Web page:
By Oji Odu
It is 11 days to November 6, 2018 doomsday. The battle line drawn with no retreat, no surrender stance by organised labour to shut down the nation unless Federal Government rescinds its decision not to pay the Nigerian worker a minimum wage of above N25,000 and agree to pay the N30,000 allegedly agreed with labour. Nigerians are in for harsher times and suffering.
Indeed, November 6, 2018 will surely come and pass, but will that day be the doomsday that will mark the beginning of another round of suffering for the Nigerian people? Will the Federal Government, as usual, reach a compromise before then or not? Does organised labour have the capacity to shut down the nation, and will it go ahead with its threat? How has government taken its threat?
Following the inability of the Federal Government and organised labour to arrive at meeting point over new minimum wage, the later has announced that an indefinite nationwide strike will commence November 6, beginning with protest march on November 30.
This was contained in a statement on Sunday by President of the Nigeria Labour Congress (NLC), Ayuba Wabba, and that of the United Labour Congress (ULC).
The labour unions are saddened over government’s claim that no amount was agreed with them at a meeting of a tripartite committee as well as the FG’s stance that it could only increase the minimum wage from the current N18,000 to N24,000. According to the labour unions, N30,000 was agreed during negotiation and any amount below the figure would not be accepted.
“…..Thus far, the path to a new national minimum wage has been expectedly littered with betrayal, resistance, half-truths and now almost outright sabotage. That is why it has become urgent that Nigerians are informed of the insistence of the federal government to deliberately create confusion and make the negotiations for a new national minimum wage inconclusive as usual.
“It is not true that we proposed N30,000 as the new national minimum wage. It is also not true that the committee did not agree on a figure during its last sitting. We accepted N30,000 as a compromise to demonstrate the willingness of Nigerian workers to make sacrifices towards nation building.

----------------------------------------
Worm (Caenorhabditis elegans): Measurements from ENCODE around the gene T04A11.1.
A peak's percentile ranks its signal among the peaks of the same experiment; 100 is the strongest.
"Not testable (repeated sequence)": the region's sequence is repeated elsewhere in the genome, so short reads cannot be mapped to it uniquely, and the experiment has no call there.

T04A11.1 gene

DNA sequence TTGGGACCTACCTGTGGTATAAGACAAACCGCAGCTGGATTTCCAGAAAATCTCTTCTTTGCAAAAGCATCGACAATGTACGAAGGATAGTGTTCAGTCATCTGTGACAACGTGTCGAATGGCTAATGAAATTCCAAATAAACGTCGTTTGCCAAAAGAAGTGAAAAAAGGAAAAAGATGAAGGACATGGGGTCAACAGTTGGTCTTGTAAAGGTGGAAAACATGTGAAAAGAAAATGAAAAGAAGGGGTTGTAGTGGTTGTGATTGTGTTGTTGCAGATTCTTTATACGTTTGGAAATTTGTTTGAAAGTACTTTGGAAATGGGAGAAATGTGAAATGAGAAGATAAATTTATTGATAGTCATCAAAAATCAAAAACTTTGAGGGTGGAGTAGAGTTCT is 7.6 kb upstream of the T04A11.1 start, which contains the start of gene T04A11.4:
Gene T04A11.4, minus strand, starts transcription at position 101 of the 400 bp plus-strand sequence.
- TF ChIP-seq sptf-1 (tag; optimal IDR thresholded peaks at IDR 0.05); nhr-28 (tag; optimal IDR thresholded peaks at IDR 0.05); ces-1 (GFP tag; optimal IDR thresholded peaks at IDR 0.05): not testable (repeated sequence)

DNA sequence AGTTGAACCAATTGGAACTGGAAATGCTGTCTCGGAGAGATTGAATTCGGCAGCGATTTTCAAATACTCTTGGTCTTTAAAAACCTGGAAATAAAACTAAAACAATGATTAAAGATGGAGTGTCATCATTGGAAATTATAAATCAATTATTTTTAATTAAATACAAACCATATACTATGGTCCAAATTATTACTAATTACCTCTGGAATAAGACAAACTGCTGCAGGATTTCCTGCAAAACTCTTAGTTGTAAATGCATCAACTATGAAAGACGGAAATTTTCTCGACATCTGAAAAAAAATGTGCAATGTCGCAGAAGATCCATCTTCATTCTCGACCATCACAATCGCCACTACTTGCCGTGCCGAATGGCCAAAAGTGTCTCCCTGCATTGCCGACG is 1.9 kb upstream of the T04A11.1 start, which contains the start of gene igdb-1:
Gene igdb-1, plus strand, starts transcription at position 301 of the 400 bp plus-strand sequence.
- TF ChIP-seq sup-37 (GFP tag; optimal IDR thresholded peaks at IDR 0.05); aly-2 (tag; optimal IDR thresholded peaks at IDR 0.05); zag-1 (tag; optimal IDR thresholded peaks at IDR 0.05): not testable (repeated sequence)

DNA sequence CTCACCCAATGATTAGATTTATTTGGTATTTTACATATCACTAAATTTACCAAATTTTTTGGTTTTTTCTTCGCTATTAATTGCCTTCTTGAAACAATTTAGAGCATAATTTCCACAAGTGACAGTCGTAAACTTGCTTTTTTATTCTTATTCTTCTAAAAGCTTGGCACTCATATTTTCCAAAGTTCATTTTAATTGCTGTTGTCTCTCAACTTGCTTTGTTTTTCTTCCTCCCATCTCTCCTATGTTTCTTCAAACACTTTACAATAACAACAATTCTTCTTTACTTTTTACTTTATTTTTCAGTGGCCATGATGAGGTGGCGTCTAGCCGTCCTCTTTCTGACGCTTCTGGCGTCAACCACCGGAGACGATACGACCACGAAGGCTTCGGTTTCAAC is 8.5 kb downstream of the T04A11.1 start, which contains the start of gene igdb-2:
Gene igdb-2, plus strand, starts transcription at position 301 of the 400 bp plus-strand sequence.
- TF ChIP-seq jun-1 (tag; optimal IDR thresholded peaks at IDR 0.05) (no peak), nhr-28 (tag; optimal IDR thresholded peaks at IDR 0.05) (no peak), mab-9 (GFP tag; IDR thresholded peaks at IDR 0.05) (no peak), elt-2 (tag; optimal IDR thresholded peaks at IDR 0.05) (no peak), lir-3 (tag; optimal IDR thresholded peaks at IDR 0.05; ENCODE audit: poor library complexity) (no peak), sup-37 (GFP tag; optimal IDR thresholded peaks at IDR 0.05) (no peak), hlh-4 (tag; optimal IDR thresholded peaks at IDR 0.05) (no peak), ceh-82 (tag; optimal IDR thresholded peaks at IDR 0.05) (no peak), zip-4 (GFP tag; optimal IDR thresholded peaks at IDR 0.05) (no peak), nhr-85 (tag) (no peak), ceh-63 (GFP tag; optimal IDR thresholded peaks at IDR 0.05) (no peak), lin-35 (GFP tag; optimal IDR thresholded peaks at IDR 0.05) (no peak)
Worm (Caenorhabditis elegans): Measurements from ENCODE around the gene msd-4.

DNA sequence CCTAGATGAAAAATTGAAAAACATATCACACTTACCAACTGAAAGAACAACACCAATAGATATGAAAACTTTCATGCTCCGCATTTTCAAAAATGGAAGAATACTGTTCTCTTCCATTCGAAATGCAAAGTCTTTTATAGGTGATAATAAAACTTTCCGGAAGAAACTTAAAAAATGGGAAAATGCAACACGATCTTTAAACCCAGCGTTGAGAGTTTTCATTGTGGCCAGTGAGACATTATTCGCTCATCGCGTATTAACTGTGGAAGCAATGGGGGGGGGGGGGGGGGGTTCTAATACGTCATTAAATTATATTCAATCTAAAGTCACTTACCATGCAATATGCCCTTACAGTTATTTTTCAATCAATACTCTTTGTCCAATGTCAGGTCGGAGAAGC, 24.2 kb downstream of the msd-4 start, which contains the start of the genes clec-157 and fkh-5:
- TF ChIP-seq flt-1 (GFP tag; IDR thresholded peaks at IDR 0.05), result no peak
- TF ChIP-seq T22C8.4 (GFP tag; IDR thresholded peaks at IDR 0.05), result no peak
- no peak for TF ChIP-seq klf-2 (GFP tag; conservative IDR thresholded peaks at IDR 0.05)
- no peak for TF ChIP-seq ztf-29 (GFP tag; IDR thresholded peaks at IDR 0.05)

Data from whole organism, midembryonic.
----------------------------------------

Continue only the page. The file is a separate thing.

“Anything to the contrary no matter the quantum and character of the din or how well couched it may appear cannot be true. Resorting to Goebbelsianism at this time of national emergency which requires men and women of integrity is rather unfortunate and cannot suddenly make the brazen falsehoods truths.
“We believe that it has become necessary for the Organised Private Sector (OPS) as represented in the Tripartite Committee to speak up on this matter. Keeping silent in the face of this apparent mischief does our nation no good. It can only help mischief, dishonesty and impunity to grow. At this time the OPS does not have any other choice but to rise to the occasion by telling Nigerians what transpired in the meeting.
“They should tell Nigerians whether: there was a motion that was seconded on a final figure; whether there was a document signaling this agreement that had already been signed by some parties?; whether the N30,000 figure was ours or a compromise figure based on proposed scenarios?
“As far as Nigerian workers are concerned and as represented by us, we shall no longer negotiate on a figure for the new minimum wage having reached an agreement on this during the last sitting of the tripartite committee. We cannot continue discussing a figure that has already been agreed procedurally within the committee.
“What we are waiting for is for the federal Government to immediately set in motion the necessary machinery for turning the agreement into a Bill for onward submission to the NASS where we expect the Presidency to work together with the Legislators to make it a law so that it can be implemented quickly…..,” the statement partly read.